5. What's your idea of the perfect day?
A good workout and a good meal.
6. What do you love about what you do?
I really believe that an organized home translates into an organized life. It’s hard to breathe with so much clutter around you, let alone focus. When I’m done decluttering an office, kitchen or closet, I’ve immediately made someone’s life easier to manage. That’s what I love the most. The gratification is instant. And, I love seeing the look on my clients’ faces after I’ve completely revamped what they deemed to be utterly unmanageable.
7. What job would you have had if not the one you have now?
A very senior editorial position at People magazine.
8. What's your favorite Jewish thing to do in Chicago?
Spend the holidays with my family.
Amy Ravit Korin has always been a step ahead in the social media world. After working in a mix of media buying and advertising sales for R.H. Donnelley (the leading Yellow Page publisher), Univision online, Alloy Media + Marketing, and a video distribution company, she started Interactive Amy a year and a half ago. Interactive Amy is an advertising and marketing agency with a focus in social media.
“I’m essentially an outsourced marketing and promotions manager for my clients in addition to doing social media strategy and taking on the voice for companies online and helping them tie together their online and offline marketing promotions,” Korin says. In addition, she also has been hired by many people to help rebrand JDate profiles, which she is especially qualified for.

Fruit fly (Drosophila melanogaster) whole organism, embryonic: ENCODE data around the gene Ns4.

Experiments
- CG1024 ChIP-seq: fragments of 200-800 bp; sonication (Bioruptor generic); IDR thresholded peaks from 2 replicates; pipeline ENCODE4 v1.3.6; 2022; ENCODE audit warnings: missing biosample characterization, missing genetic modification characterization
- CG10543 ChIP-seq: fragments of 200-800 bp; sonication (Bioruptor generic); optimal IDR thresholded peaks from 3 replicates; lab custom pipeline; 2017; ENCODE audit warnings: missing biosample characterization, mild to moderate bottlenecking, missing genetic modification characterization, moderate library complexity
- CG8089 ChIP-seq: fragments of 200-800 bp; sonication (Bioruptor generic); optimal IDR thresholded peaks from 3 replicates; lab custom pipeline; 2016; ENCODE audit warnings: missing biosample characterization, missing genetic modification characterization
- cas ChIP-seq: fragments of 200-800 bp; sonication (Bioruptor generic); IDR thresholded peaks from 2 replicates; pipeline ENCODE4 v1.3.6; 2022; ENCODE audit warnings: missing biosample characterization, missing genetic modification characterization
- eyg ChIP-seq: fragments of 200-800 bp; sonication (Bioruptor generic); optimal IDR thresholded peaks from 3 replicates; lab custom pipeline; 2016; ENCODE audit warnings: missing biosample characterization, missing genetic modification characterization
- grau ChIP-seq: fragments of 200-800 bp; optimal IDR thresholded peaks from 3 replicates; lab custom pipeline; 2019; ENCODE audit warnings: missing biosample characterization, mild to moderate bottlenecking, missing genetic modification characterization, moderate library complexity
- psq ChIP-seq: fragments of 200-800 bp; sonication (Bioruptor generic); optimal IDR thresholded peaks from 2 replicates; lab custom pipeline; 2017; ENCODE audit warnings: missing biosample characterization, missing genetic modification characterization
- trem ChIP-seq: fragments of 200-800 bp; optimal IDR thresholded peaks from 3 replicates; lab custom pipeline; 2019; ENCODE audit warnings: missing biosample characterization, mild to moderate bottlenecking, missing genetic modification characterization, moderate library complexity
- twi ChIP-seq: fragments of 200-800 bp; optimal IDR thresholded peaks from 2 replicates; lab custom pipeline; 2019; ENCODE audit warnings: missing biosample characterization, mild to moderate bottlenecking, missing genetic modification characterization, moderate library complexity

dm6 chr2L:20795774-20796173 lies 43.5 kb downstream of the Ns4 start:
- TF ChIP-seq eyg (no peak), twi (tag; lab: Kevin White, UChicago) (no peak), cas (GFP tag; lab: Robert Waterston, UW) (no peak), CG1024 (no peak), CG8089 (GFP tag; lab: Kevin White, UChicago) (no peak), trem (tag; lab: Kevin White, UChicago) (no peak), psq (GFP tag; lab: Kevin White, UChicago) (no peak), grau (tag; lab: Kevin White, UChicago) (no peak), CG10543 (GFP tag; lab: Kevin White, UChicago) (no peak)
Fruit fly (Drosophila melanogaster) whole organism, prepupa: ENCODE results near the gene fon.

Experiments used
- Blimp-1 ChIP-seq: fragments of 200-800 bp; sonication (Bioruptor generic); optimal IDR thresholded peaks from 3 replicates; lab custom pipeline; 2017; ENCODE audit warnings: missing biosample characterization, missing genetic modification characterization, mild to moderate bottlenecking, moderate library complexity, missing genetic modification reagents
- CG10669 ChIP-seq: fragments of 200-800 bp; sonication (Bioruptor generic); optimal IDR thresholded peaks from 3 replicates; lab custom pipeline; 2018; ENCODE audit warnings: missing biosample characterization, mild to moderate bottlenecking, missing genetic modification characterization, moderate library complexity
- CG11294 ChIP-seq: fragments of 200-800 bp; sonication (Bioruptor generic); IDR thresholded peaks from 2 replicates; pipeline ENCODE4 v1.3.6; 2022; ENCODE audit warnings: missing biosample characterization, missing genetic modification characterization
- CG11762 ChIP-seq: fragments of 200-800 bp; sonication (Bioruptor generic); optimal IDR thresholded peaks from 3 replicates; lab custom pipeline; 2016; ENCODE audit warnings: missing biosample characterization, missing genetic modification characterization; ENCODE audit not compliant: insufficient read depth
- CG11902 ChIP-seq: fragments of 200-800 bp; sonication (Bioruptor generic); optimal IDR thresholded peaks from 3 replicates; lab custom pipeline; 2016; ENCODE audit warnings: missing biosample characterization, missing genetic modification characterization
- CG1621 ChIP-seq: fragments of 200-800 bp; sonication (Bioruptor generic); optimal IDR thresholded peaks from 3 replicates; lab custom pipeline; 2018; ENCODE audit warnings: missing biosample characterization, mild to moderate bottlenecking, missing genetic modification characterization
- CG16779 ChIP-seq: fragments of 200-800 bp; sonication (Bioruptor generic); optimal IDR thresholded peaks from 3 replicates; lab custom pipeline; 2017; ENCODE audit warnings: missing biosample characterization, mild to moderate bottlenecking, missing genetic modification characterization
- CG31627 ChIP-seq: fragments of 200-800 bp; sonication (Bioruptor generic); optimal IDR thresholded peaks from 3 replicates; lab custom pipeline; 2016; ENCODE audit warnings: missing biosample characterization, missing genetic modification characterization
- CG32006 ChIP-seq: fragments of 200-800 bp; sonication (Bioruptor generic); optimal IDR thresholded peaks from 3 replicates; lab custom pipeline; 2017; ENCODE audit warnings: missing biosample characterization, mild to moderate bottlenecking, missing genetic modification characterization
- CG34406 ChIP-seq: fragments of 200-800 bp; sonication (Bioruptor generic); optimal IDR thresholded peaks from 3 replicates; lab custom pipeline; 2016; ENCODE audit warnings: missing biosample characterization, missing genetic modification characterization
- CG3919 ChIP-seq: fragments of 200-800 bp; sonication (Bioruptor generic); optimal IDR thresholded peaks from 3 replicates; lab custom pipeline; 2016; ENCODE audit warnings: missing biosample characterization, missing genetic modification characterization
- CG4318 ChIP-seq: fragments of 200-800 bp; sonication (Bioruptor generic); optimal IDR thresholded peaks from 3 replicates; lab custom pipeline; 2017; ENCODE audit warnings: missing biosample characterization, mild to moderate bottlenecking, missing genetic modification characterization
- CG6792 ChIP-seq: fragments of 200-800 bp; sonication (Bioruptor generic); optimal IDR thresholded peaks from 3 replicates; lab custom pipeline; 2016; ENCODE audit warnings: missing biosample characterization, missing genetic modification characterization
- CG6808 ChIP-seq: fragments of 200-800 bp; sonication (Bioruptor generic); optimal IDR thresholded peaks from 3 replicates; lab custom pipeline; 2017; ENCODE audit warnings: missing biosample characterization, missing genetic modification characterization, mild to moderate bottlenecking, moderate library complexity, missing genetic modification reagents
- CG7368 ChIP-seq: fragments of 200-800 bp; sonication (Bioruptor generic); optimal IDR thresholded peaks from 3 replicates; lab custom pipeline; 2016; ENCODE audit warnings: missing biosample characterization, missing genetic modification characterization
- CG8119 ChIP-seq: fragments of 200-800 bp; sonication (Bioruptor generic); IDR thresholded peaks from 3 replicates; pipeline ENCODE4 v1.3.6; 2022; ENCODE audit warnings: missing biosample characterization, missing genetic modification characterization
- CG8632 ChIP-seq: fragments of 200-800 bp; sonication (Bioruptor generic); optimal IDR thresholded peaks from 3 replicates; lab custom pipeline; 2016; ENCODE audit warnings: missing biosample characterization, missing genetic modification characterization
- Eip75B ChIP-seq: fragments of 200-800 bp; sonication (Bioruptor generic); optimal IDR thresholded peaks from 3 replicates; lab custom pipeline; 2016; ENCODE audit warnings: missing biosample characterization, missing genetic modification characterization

“I married the first boy I ever kissed,” Korin says happily. “I met my husband Josh at Jewish summer camp, and later went on to reconnect on JDate.”
So if you’re looking to meet your beshert through JDate, go see live music—especially Phish—or completely rebrand your online presence, Amy Ravit Korin is a Jew You Should Know!
Get real experience from your internship in Israel. Spend 5-10 months kick-starting your career with world-class innovators who won't send you out for coffee. Instead, you'll be a real part of the action. Here at Masa Israel Journey, we don't just help you find the best internships, we also offer funding to help you get there.
Go to www.MasaIsrael.org/Intern to see how we can help you find and fund your perfect internship.
Start here. Go further.
Sign up for a JUF Chicago community bus this winter. Taglit-Birthright Israel is a FREE 10-day experience of a lifetime. If you are Jewish, 18-26 years old, and have never been on an organized peer program before - let your journey begin!
With Shorashim you experience the adventure of Israel through the eyes of Israeli peers. Shorashim is the Taglit-Birthright Israel program where all groups travel for 10-days with Israelis your age. Visit http://israelwithisraelis.com for info.